• Amy Bass

Two Years Ago Today

Updated: Nov 20, 2017

On November 19th, 2015, I published a piece for CNN Opinion about a soccer team in Maine. My friend Betsy had posted a short news item about the team, the Lewiston Blue Devils, on Facebook and thought it would be of interest to me. It was. I quickly began to think about this team and its state championship trophy -- the first in the school's history -- within the larger international context at the time.


The world was reeling from the explosions in Paris, the first of which happened outside Stade de France, a soccer stadium, where the French were hosting Germany in a "friendly." It was no surprise that a soccer stadium would be the focus of a terrorist strategy -- in Europe, a "friendly" would bring together tens of thousands of people to watch the world's most popular sport.


But the already intense global conversation regarding terrorism escalated after Paris when rumors that one of the bombers at Stade de France entered Europe by exploiting a Syrian refugee network. Suddenly, the people who were fleeing this kind of violence that took place in their every day lives were under scrutiny, with seemingly nowhere to go. In the United States, governor after governor, including Maine's Paul LePage, stepped forward to declare that Syrian refugees were not welcome.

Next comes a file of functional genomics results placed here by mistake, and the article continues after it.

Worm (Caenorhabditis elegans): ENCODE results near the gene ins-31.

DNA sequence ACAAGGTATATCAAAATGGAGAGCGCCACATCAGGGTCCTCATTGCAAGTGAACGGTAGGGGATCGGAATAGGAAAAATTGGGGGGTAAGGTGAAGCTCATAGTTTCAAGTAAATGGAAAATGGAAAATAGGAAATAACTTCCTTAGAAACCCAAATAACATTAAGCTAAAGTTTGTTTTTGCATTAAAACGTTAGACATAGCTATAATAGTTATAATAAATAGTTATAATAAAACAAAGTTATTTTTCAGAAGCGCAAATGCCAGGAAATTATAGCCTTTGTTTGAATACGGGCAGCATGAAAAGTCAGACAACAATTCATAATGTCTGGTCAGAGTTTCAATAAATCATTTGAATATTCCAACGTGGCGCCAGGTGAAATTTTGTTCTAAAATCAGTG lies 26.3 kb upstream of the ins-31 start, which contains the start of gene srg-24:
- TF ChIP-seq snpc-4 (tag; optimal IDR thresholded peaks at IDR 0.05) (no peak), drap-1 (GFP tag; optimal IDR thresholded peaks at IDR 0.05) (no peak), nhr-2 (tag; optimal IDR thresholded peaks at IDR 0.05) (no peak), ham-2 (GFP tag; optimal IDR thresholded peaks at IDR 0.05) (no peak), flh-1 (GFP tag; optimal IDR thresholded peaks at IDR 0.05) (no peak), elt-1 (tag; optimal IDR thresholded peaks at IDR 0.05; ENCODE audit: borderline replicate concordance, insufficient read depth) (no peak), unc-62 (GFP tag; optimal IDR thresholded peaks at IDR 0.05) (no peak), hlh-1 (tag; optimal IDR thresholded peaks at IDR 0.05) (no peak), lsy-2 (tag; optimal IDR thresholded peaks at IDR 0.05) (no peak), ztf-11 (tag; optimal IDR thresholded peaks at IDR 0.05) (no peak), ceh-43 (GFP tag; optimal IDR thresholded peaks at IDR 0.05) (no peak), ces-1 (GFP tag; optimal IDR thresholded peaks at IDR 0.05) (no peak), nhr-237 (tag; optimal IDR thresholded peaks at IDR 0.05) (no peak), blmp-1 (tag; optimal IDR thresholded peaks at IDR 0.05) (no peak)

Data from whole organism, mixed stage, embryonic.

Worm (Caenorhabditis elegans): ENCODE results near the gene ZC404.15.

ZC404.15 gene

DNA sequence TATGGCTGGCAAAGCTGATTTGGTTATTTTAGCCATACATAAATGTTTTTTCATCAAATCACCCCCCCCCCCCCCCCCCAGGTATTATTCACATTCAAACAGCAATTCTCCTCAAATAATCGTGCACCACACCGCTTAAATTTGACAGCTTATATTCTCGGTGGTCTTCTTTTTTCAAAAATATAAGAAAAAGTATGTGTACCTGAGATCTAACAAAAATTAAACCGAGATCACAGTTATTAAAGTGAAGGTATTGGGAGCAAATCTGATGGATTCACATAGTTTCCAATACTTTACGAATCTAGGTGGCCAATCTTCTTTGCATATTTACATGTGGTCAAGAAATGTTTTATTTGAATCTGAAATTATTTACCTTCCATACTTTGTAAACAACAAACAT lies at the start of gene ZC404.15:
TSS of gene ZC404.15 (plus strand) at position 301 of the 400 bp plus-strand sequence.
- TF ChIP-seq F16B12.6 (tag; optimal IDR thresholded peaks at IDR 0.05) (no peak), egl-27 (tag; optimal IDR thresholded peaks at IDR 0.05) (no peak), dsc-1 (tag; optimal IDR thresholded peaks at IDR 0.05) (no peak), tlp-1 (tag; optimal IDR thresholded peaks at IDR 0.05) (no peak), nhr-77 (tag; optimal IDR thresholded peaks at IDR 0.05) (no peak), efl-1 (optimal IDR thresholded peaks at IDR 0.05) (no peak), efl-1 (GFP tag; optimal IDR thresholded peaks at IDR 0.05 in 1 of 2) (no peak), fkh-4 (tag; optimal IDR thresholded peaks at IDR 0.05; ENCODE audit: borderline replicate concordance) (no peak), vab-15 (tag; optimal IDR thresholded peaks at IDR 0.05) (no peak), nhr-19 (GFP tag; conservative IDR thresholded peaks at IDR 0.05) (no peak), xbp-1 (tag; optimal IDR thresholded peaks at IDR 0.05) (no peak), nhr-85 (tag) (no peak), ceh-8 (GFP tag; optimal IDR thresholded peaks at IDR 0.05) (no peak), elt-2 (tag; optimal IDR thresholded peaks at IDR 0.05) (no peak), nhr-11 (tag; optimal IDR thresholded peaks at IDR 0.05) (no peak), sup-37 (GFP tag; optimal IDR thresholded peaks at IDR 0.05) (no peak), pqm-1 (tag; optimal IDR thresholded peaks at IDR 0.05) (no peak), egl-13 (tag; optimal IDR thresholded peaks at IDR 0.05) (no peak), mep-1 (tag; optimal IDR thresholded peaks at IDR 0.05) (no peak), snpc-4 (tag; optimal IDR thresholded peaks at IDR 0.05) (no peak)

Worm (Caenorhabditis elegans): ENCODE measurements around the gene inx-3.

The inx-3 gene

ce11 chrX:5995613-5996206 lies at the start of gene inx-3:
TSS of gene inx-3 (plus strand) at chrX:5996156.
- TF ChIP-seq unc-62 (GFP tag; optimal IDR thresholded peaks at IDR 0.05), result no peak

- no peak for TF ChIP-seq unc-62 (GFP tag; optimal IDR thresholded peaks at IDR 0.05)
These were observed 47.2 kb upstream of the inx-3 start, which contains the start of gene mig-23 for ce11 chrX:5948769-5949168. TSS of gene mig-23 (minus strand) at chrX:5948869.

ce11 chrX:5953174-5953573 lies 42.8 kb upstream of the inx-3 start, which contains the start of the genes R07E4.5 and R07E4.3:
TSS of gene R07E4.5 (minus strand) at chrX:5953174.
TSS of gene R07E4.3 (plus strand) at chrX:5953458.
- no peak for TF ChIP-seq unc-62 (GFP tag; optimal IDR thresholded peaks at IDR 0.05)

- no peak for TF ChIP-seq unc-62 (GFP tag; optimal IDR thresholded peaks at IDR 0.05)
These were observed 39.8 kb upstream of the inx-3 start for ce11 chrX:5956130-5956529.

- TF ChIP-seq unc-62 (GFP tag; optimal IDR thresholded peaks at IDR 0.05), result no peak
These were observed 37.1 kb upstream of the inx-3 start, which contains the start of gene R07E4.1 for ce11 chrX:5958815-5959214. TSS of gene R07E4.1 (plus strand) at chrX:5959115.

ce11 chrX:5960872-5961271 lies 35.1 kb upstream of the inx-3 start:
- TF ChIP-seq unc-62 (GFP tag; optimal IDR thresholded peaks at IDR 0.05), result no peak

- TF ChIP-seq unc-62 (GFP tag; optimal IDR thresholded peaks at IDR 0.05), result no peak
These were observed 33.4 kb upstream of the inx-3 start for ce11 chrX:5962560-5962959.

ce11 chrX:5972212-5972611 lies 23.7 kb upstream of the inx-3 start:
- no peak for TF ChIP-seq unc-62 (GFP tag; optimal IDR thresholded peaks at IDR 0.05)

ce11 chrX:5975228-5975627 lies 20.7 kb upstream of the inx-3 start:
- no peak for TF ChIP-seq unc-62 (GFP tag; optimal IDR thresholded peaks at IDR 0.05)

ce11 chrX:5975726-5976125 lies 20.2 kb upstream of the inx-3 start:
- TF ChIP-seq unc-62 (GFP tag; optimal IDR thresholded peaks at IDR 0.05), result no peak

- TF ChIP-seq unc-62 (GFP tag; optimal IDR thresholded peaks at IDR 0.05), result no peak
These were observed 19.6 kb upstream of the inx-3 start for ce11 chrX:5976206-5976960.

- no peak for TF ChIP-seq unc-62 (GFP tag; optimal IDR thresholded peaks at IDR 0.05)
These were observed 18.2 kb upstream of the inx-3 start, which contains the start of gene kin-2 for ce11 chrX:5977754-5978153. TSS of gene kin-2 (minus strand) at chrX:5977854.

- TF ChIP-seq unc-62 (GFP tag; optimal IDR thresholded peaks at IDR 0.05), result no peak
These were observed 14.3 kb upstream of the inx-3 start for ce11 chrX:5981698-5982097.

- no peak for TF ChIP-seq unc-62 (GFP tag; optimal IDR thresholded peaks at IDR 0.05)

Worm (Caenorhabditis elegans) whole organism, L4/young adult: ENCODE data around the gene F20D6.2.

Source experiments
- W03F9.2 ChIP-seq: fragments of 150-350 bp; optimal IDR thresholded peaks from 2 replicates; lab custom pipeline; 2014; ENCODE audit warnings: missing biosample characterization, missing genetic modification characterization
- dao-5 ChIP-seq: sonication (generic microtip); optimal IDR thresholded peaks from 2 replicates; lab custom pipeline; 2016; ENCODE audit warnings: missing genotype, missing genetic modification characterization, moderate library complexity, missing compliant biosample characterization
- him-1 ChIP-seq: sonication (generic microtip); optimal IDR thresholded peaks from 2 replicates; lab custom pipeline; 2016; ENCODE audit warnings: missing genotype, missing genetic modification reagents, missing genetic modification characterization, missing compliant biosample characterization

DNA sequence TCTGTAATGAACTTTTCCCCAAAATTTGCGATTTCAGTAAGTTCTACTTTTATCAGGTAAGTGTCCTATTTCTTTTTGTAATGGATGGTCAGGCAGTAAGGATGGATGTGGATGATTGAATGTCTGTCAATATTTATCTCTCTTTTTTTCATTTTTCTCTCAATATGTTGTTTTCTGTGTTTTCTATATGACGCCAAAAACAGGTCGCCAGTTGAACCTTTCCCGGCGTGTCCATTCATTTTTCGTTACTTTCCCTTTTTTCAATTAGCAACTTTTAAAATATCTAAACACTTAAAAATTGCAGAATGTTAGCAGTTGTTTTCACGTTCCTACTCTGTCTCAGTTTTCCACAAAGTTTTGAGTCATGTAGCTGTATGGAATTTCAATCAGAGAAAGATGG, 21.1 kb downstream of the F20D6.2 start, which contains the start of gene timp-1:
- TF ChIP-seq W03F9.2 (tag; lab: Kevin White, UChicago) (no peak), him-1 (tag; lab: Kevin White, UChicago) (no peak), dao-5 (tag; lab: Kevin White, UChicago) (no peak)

But soccer, I thought, looking at the story about this team in Maine, wasn't a pinpoint for terror. It was an example of what can and should happen in the face of a refugee crisis.

The reaction to what I wrote was shocking from all sides. Some readers saw the story as a heartwarming example of what happens when America lives up to its own ideals. Others saw me as part of the problem, leaving violent and threatening messages on my voicemail and sending me hateful emails in reaction to the words I had written. I understood how racism and xenophobia operate in the world. I teach about it, study it, write about it. And yet I was shocked by the level of vitriol.


But there was one email that stood out from the rest: "Have you been thinking about a book about this?" it asked. It was from an editor at a large press, the kind of press I had never dreamed I would ever publish with.

"I have thought of nothing else for the last 48 hours," I replied.

And so began the journey of ONE GOAL, a journey that brought me back to Lewiston, Maine, where I went to college. A journey that introduced me to so many families and coaches and community leaders and, of course, soccer players. I have never written anything so fast, and with so much passion, in my life. And now, two years later, it feels like February 27, 2018, publication day, can't come soon enough



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